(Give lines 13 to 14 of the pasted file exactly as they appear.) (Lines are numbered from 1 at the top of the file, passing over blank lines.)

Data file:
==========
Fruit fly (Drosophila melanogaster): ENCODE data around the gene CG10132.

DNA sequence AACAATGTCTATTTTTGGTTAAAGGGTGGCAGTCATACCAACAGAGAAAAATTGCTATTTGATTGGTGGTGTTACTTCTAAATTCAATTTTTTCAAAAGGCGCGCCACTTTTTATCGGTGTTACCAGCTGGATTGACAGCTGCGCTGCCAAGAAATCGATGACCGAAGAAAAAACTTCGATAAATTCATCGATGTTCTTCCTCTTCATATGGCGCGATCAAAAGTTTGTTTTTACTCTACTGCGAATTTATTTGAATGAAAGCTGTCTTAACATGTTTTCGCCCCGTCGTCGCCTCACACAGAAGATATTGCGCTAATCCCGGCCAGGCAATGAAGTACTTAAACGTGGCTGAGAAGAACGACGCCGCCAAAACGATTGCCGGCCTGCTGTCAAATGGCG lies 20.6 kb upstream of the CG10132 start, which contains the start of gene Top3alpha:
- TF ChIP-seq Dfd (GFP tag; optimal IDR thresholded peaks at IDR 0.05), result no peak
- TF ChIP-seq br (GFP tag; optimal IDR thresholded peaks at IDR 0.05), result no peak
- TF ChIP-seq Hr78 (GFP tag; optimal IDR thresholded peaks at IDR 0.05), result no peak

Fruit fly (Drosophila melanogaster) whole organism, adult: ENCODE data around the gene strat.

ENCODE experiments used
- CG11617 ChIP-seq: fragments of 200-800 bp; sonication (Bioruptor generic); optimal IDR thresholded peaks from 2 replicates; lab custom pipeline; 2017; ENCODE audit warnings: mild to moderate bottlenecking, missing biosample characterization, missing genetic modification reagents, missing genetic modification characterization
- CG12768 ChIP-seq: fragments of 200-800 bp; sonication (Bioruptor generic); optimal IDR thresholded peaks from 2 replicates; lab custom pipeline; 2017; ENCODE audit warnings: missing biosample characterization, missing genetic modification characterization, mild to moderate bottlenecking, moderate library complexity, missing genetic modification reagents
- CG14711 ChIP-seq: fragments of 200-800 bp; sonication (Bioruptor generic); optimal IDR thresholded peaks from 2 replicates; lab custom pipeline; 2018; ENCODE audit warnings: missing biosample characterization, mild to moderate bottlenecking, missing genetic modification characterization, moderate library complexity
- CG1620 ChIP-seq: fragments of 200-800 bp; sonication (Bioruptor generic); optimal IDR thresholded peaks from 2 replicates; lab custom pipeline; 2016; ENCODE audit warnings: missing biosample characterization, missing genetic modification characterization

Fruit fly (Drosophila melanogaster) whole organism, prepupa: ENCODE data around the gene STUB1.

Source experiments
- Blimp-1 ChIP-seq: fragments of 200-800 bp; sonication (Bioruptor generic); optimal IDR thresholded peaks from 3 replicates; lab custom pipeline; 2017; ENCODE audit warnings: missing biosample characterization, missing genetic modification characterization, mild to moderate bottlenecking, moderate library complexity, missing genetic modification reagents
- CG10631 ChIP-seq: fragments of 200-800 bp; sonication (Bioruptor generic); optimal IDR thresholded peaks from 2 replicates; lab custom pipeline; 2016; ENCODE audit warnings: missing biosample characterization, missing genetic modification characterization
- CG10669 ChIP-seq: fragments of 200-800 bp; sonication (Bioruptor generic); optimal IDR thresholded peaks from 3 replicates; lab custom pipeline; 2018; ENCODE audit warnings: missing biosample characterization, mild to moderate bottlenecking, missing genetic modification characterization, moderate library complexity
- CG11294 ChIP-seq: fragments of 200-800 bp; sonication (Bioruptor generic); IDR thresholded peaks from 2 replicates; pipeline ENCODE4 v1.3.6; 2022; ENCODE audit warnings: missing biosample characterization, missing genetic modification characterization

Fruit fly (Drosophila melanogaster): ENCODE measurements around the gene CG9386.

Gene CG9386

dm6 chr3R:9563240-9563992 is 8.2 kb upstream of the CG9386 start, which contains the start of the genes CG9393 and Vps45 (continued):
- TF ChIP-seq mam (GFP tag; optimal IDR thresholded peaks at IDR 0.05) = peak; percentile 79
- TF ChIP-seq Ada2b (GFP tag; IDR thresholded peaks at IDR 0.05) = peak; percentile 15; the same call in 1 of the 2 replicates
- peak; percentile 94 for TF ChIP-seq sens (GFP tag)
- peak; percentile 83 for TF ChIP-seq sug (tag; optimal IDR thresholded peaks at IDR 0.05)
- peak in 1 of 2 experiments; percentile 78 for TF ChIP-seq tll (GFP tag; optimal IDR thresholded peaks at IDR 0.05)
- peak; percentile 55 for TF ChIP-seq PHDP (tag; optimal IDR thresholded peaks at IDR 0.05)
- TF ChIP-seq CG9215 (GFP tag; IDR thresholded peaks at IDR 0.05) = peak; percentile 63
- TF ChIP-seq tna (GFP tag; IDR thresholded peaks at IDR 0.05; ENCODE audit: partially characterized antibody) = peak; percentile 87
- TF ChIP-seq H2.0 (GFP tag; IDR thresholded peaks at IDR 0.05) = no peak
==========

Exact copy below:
Source experiments
- Blimp-1 ChIP-seq: fragments of 200-800 bp; sonication (Bioruptor generic); optimal IDR thresholded peaks from 3 replicates; lab custom pipeline; 2017; ENCODE audit warnings: missing biosample characterization, missing genetic modification characterization, mild to moderate bottlenecking, moderate library complexity, missing genetic modification reagents